They couldn’t understand why she needed to study anymore, so her parents refused to fund her Masters purely because of that. And again, it’s the idea that for a woman, no matter how much you study, the pinnacle of success is you getting married and having a family. For some, if they have a choice, their daughters will go to school. But they can’t even afford to make that choice.
How long does the summer program last?
I run the campaign for a week long, usually Monday to Friday in the summer. Each day we visit 1-2 schools. Before the summer, we reach out to community leaders and schools in rundown areas. We tell them we’re coming and that we want to speak to the girls at the schools and check it’s ok. We’ve never actually been turned, as long as they know you’re coming and we say ‘just give us one hour’. We do two schools each day, so one school in the morning, one school in the afternoon and we try to keep the schools within the same proximity so we’re not traveling too far. When we get there, they gather all the girls. We spend an hour speaking to the girls about the importance of being an independent woman, pursuing their career and focusing on their education. At the end of it, we let them ask us questions which usually turns out to be very, very funny.
Do you have any examples?
I remember one time this girl asked ‘What if I want to become a doctor and my husband doesn’t want me to become a doctor?’
This was primary school. I was so taken aback because I was just like, why do you think this would be your first barrier to becoming a doctor? The fact that your husband does not want you to be that? First of all, you can’t be thinking about that right now. Secondly, I was just like, that’s how to know if someone is for you. Let’s be honest. I had to explain to her that if a guy is telling you something that’s good for you, something that’s going to make you successful, that’s going to give you a career or allow you to earn money, is not good for you – that’s a red flag.
What’s involved in the curriculum and how do you introduce it?
We work on finding a private school in a particular catchment area that we want to work with, for whoever we pick to attend that school. Each year we pick one girl from a government. In Nigeria, in most government schools there’s not a lot of learning going on. Sometimes you go there and there’s no teachers, no blackboards, the kids are just running around. From all the schools we visit throughout the week, we speak to the principal of the school, to recommend a girl to us. Someone they believe is intelligent and driven, because we realise going from a government school to a private school can be a lot of pressure academically.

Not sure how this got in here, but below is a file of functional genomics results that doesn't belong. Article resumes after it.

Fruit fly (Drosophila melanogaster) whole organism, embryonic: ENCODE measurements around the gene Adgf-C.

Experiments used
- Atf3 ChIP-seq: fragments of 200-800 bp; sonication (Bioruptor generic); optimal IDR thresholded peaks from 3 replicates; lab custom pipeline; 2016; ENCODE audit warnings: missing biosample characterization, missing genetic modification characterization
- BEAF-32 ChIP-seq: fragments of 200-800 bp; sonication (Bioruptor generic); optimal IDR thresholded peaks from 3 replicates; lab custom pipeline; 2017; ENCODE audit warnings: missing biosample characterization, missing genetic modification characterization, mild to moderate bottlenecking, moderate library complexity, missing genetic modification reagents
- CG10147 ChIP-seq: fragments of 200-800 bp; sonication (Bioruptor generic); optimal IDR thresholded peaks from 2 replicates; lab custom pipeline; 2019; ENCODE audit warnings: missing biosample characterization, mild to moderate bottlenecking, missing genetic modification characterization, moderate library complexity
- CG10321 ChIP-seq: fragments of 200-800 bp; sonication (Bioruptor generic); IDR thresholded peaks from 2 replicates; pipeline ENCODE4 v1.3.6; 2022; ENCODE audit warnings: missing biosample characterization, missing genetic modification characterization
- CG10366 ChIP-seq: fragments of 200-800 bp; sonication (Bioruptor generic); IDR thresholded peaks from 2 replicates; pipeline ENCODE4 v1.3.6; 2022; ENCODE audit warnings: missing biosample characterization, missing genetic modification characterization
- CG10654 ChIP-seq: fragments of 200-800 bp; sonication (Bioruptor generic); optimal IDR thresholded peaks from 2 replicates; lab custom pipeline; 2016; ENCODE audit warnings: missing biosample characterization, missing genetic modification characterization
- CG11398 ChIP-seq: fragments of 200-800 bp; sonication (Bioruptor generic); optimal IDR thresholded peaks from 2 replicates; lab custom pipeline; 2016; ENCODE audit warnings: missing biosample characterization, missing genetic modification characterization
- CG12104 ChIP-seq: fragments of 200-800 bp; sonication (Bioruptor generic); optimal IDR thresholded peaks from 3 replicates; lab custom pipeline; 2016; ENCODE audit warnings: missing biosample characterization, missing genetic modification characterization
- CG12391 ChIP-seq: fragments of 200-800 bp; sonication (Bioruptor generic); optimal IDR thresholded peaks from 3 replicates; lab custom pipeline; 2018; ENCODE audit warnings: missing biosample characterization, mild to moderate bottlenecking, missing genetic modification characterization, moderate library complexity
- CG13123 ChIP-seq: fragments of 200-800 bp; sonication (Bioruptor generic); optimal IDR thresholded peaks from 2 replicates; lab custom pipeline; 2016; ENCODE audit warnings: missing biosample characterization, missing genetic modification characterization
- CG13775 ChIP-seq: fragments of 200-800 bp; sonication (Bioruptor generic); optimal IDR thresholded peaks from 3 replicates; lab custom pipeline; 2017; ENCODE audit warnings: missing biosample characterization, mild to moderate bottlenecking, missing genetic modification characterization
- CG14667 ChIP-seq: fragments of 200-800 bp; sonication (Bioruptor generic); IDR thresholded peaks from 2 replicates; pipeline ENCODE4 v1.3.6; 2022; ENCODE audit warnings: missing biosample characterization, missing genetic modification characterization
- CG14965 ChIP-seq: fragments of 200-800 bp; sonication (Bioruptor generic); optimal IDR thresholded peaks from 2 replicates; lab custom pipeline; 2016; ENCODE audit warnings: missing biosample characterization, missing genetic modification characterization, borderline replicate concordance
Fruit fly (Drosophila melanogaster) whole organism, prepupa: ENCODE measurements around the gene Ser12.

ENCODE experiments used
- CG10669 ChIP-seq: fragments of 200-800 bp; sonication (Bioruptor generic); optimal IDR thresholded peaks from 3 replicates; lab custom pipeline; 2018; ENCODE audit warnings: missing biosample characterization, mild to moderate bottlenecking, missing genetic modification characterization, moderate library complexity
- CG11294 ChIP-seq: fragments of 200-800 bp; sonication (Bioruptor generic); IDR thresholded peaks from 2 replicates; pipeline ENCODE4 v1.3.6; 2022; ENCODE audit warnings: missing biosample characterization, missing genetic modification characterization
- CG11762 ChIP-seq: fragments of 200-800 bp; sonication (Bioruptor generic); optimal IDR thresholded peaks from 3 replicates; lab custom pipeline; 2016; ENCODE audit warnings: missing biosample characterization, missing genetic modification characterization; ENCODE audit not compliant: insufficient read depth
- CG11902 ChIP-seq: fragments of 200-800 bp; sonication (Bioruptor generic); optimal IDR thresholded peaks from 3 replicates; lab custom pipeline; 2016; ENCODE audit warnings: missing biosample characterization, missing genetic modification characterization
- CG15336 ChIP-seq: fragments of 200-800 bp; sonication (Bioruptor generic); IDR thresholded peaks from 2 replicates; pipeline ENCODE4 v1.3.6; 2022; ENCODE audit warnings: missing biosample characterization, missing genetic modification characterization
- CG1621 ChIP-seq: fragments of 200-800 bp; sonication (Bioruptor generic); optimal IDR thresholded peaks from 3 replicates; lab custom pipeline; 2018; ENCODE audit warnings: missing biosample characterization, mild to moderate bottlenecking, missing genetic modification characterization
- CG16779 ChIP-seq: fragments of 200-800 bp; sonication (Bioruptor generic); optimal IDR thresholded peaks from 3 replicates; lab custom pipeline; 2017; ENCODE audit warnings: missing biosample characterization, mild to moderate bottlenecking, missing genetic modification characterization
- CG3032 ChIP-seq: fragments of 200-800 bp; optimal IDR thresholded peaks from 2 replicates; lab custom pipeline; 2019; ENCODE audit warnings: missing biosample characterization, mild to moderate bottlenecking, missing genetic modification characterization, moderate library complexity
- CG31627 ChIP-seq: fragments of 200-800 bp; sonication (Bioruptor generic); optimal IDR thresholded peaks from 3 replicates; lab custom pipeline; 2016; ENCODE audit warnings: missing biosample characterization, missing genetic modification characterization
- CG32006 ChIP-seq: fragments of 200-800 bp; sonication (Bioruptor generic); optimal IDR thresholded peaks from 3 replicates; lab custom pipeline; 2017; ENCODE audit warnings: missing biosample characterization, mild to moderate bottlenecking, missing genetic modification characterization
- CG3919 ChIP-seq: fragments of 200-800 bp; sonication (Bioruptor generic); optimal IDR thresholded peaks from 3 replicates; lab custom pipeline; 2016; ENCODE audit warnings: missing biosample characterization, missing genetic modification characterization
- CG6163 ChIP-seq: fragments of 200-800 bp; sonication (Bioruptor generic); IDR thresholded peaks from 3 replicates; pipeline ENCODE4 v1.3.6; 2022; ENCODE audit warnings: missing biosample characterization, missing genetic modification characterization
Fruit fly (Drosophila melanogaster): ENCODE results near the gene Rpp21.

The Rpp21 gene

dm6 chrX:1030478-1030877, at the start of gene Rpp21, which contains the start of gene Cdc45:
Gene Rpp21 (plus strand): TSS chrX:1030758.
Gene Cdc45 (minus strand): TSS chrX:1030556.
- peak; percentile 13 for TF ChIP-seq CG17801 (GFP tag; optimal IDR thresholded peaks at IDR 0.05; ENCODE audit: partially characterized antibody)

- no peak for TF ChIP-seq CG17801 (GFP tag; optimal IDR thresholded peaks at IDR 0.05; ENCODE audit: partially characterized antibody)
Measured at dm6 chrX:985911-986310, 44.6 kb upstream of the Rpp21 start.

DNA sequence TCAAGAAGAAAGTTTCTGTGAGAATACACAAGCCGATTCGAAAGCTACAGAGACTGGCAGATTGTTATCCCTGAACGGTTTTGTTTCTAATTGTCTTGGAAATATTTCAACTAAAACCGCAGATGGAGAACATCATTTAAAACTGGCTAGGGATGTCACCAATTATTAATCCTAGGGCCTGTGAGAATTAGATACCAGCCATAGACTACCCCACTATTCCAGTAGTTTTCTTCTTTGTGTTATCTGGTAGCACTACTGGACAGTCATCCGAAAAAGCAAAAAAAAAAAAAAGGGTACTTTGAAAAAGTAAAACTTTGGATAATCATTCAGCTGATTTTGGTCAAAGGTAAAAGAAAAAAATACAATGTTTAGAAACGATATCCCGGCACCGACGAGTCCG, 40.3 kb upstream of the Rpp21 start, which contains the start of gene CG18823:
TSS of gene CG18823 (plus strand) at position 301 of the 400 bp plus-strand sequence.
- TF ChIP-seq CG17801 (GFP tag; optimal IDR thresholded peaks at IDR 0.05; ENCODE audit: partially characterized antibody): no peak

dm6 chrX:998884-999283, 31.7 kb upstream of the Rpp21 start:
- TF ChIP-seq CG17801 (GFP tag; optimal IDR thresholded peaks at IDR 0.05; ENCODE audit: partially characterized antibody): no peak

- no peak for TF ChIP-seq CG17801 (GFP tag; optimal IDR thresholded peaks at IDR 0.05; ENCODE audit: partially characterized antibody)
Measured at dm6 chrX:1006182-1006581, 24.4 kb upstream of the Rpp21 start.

The first year that we did it we must have had 7-8 girls comes to the exam. On Saturday the exam is held in the private school. Again, it’s one of the requirements of the private schools, because they want to know that whoever they’re taking on can cope with the work. The exam helps us essentially pick and they sit a Maths and English exam. While the exams have been marked, I sit down with each of them and ask them about themselves, where they’re from, what their family background is like and what they want to achieve in life? I want to know that you are motivated and you’re determined, that you want something out of your life essentially. Then based on the scores and my conversation with them, then we then decide who’s picked. Come September, they start at that private school.
Do you help the girls prepare for the exams beforehand?
We don’t get involved with the studying process because then that’s going to take, literally, me going to different people’s houses. Sine we’ve already told the principal of the school like two months in advance, they’ve already decided what girl they’re going to recommend and kind of tells the girl. So in her mind, she already kind of knows that she has 1-2 months to prepare. It’s a very basic exam, so it’s not something that you necessarily have to really study for. It’s something that you either know or you don’t know yet, because it’s such a basic Maths and English exam.